Suppose you offer managed cybersecurity services to a manufacturing company. You generate a Net 15 invoice of $10,000 for the services you offer and send it to the customer. Once you send the invoice, it goes into your general ledger as accounts receivable.
Accounts receivable vs. payable: The difference
Relationship between accounts payable and receivable
Technically, accounts payable and receivable are opposites. But if you look at a transaction level, accounts receivable and payable co-exist, and one can’t exist without the other.
Accounts receivable are accounts payable to someone else, and payables are receivables to someone else. When you send your clients an invoice for your managed services, it’s accounts receivable for you and payable for them. When you receive an invoice for purchased hardware equipment, it’s accounts payable for you and receivable for the provider.
Both accounts receivable and payable are recorded in a company’s general ledger, and MSPs need to pay equal attention to both. Maintaining a healthy balance between the two will ensure consistent cash flow, improve financial reporting, and maximize working capital.
How to handle accounts payable and receivable?
Not handling accounts payable and receivable properly can result in cash flow problems, inconsistent financial reporting, and revenue loss. Here are some tips and best practices for MSPs to handle accounts payable and receivable.
Ways to handle accounts payable
Document, review, and organize invoices
Make sure you receive all the vendor invoices and keep them organized. This way, you’ll have clear documentation of your accounts payable.
Set up clear payment terms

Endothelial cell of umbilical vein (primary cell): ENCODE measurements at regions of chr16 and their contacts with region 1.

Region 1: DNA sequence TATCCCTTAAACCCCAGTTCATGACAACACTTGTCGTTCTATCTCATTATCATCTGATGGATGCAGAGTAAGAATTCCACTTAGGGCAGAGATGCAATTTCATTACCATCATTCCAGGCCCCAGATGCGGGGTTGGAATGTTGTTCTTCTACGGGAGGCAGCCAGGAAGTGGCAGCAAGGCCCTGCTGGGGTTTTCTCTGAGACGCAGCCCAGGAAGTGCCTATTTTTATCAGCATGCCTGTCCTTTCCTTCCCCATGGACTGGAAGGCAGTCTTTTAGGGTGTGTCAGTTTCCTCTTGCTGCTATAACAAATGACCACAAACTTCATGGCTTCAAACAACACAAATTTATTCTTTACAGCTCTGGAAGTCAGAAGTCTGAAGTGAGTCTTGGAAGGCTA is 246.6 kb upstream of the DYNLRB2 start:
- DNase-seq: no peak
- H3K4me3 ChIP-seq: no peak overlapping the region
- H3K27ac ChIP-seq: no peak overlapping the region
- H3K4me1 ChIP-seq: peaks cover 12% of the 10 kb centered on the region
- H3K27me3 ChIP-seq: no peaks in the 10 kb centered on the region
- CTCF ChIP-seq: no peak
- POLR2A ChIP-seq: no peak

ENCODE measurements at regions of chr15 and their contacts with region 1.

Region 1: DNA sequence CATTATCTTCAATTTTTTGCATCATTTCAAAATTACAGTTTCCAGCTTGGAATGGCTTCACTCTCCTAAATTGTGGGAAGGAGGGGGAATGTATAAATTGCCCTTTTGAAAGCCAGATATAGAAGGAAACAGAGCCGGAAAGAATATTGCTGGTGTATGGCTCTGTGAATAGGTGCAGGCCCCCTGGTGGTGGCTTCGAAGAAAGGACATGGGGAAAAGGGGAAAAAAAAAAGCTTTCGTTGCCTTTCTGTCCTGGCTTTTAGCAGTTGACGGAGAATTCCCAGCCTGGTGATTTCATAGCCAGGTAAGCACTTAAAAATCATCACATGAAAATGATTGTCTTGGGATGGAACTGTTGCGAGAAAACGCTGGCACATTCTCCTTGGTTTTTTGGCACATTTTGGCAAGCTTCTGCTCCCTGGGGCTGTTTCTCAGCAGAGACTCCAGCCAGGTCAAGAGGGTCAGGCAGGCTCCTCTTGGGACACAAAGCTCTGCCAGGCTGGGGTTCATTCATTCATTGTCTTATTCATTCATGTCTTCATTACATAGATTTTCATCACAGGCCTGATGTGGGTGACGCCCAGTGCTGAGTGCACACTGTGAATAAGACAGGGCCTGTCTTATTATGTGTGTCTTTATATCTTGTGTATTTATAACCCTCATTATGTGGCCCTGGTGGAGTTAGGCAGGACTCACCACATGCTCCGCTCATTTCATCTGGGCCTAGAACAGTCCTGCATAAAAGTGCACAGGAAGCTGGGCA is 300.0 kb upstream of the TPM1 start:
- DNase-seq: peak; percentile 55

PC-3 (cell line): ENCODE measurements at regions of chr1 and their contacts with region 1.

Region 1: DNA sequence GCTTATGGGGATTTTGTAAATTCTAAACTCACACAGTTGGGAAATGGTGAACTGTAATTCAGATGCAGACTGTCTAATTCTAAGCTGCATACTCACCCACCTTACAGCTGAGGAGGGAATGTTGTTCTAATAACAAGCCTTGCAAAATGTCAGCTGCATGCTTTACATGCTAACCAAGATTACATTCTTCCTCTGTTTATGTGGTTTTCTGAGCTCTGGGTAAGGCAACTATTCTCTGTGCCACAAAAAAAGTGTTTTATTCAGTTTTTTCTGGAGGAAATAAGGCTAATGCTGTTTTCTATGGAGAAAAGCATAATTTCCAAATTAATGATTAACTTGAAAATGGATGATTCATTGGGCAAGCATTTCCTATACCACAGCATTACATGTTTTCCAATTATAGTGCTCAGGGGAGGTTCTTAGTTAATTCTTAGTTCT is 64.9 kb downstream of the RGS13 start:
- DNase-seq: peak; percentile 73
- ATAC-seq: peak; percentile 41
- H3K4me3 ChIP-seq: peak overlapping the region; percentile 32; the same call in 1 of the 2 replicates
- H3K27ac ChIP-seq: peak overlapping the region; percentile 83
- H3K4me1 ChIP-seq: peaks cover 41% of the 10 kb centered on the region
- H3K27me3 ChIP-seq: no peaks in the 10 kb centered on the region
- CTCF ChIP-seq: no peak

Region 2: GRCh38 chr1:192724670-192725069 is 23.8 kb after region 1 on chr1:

Establish clear payment terms with your vendors and suppliers to ensure both parties understand the payment schedule, including discounts and penalties for early and late payments, respectively.
Ensure timely payment
Make timely payments as per the agreed terms to avoid late fees and take advantage of early payment discounts if available.
Use accounting software
Use a good accounting platform to streamline your invoices and payments. With accounting software, you can automate invoice processing and payment schedules, helping you maintain accurate records.
Ensure consistent reconciliation
Regularly reconcile your accounts payable and receivable records with supplier statements to eliminate discrepancies and ensure accuracy.
Monitor cash flow
Appropriately monitor your cash flow and budget to ensure you have the necessary funds to cover your accounts payable.
Ways to handle accounts receivable
Send clear, timely invoices
Send clear, accurate, and timely invoices to customers promptly. Set clear payment terms, due dates, and other terms & conditions to ensure all the parties are on the same page.
Establish clear credit policies
Establish well-defined credit policies for clients and customers, including credit limits, credit checks, and terms to reduce the risk of non-payment.
Set up a streamlined collection process
Have an efficient payment collection process in place to increase the chances of getting paid on time. Set up automated payment reminders and escalate efforts as necessary.
Maintain aging reports
Maintain aging reports to track the status of your outstanding accounts receivable, along with categorizing them based on how long they have been outstanding.
Use the right payment platform
It’s important to use a robust payment processing system that allows you to collect payments seamlessly and set up recurring payments. Zomentum Payments is an excellent payment platform for MSPs, as it allows you to collect payments on your invoices.